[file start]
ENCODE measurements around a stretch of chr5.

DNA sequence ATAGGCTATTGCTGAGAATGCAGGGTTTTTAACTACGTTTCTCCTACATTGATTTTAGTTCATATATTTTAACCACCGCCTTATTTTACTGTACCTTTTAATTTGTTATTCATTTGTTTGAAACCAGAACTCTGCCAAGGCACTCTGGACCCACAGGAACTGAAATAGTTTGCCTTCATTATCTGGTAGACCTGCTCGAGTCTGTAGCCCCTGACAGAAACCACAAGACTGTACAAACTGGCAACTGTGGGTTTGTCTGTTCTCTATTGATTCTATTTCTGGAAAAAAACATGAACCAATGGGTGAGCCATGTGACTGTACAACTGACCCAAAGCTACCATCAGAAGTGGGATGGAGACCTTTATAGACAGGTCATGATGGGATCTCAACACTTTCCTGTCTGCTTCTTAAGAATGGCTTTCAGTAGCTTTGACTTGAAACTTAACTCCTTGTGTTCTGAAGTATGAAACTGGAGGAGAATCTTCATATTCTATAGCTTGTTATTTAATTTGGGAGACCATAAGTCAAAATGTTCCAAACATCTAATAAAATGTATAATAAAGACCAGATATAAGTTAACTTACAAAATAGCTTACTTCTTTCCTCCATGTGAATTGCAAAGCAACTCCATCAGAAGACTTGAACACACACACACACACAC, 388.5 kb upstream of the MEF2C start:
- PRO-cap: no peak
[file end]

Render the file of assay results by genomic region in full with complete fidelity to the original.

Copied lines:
ENCODE measurements around a stretch of chr5.

DNA sequence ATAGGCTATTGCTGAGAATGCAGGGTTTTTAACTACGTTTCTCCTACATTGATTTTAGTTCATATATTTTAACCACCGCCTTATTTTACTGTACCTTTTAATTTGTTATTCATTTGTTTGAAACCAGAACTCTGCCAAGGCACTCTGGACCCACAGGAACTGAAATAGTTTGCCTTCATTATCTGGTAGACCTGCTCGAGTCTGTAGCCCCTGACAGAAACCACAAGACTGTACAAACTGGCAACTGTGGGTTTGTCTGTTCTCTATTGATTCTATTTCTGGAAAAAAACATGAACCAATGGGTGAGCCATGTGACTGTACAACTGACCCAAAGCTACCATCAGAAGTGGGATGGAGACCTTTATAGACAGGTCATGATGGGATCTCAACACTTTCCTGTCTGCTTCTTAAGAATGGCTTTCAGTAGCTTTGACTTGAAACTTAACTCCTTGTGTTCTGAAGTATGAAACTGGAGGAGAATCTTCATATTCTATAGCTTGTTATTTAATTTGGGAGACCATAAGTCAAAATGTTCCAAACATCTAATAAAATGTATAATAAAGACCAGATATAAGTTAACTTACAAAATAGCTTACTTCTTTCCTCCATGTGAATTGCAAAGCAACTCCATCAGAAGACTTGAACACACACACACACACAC, 388.5 kb upstream of the MEF2C start:
- PRO-cap: no peak